Adrian and I went to the observatory Sunday and completed the framing of the deck access ramp as well as drawing me out of rock climbing retirement and sending me up in harness to install the roof ridge cap. Making progress! After a meeting of the observatory committee on Saturday, 24 January, we committed to completing this observatory by May.
I want to share some photos that members got of Comet Lovejoy.
Clear skies on the 7th of January gave our past president Mike Bradley his first opportunity to view comet Lovejoy, and it was pretty impressive. He could see it with binoculars without trouble but in his telescope its head made up a full half of his 26mm eyepiece. He took this photo with a DSLR camera, a simple stack of six 20-40 second images. There is even some evidence of a very faint tail in the photos that wasn’t visible in the scope only view. Mike tried using a UHC filter but it didn’t lead to any improvement. Mike did not have star tracking turned on. Fortunately the comet is moving relatively slowly so there wasn’t too much blurring.
On the fifteenth Mike tried again: Visibility wasn’t as good, but he got a sharper focus
On the 21st conditions in Roberts Creek were not so good but they improved a bit later. Mike shot a stack of 10 x 120 second images at 800 ISO. This time the tail is starting to show!
Our Astro Cafe for February will be at Davis Bay on February 20 at 7:30. This is an hour earlier than in the past because the store changed their closing time to 9 PM. Meet our members at Pier 17 followed by a viewing of the skies with our telescopes (weather permitting).
Comet 15P/Finlay is back and apparently it has reached a brightness level making it visible in binoculars this time. Currently it is visible in the western sky at the end of evening twilight.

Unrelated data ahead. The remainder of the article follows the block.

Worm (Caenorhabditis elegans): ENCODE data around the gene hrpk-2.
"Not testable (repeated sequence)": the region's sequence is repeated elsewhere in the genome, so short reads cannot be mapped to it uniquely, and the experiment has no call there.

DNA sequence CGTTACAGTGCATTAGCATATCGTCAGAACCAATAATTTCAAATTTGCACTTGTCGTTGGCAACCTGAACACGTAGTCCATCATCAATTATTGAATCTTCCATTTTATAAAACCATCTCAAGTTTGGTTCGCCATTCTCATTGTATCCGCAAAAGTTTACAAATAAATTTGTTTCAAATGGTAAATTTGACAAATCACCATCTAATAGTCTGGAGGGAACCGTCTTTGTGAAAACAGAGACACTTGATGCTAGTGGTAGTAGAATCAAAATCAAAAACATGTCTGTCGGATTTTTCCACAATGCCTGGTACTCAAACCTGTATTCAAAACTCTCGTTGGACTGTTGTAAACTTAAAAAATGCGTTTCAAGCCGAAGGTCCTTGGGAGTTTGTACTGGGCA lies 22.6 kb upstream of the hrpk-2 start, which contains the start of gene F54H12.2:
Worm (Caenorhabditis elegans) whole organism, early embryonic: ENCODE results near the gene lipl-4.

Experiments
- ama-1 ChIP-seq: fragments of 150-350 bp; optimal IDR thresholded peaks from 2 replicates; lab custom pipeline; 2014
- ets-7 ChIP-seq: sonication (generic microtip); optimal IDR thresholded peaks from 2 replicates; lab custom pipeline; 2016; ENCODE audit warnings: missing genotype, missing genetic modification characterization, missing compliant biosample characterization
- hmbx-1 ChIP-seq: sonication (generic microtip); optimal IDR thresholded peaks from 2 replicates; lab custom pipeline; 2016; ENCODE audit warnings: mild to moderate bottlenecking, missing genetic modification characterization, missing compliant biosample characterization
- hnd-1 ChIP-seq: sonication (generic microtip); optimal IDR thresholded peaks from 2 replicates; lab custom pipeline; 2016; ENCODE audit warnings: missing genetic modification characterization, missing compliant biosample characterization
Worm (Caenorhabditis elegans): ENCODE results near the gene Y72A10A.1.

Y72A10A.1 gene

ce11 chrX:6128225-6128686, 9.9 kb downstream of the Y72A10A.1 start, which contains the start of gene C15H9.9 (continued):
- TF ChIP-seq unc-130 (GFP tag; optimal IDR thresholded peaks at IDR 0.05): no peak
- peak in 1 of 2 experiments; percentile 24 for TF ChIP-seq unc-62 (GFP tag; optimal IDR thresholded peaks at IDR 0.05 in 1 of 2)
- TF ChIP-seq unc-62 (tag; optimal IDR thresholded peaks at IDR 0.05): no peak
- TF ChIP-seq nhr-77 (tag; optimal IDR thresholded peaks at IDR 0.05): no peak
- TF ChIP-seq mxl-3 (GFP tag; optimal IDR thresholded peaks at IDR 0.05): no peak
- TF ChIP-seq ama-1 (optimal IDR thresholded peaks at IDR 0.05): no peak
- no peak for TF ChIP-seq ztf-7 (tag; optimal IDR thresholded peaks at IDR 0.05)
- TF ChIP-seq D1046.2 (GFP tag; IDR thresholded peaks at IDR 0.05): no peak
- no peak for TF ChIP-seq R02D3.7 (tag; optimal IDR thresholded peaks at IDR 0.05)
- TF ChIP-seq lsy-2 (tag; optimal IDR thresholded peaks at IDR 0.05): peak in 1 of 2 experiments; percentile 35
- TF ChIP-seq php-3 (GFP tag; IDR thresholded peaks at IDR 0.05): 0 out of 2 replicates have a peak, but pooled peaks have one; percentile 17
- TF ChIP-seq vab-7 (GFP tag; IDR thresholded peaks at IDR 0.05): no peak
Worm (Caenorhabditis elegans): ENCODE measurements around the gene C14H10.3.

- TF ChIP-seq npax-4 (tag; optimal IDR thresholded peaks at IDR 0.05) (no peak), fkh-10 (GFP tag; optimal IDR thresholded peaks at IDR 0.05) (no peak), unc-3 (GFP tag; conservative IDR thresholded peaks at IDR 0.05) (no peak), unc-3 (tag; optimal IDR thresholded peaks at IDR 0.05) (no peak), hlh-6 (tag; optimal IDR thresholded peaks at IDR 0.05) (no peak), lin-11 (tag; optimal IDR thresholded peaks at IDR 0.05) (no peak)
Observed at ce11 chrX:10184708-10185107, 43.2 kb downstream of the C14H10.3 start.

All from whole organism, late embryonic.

Mike Bradley, Past President, Sunshine Coast Centre RASC
If you haven’t seen comet Lovejoy yet its putting on its best show now and during the upcoming moonless nights. Its up pretty early now and is now above Orion, not below.
I saw it last night through a foggy sky in my 70mm binos and it was very bright, large and diffuse. I would think it would be an easy naked eye object from the sunshine coast on a clear evening.
*** TIP If cloudy check outside every half an hour as this current weather pattern seems to offer short breaks of clear sky and then back to cloudy conditions…
Sunshine Coast Centre RASC
At 7:30 PM, 13 February 2015,, at the Sunshine Coast Art Centre, 5714 Medusa St., Sechelt, our speaker for the Sunshine Coast Centre of the RASC will be Dr. Kristen Larson, Associate Professor at Western Washington University. Kristen got her BS at the University of California at San Diego in1993 and her MS and PhD at the Rensselaer Polytechnic Institute in1999.
Dr. Larson’s Topic will be “Dust to Dust: The Life Cycle of Stars”:
Understanding the dust in the interstellar medium, the stuff between the stars, is key to understanding how stars form and what happens when stars die. This talk will illustrate some of the properties of interstellar dust and how local dust changes our view of the distant universe. Progress on current research to map the location of dust clouds in our own Milky Way Galaxy will be presented.
RASC Vice President Chris Gainor will also be attending this presentation to meet with members of our Centre.
Retired Special Education teacher Bill Jackson from The Social Studies Help Centre (http://www.socialstudieshelp.com/) wrote to us to tell us of a resource that we’ve added to the links on our web site: A list of Live Watch astronomy cams and resources: http://www.livewatch.com/watch-live-astronomy-cams-and-resources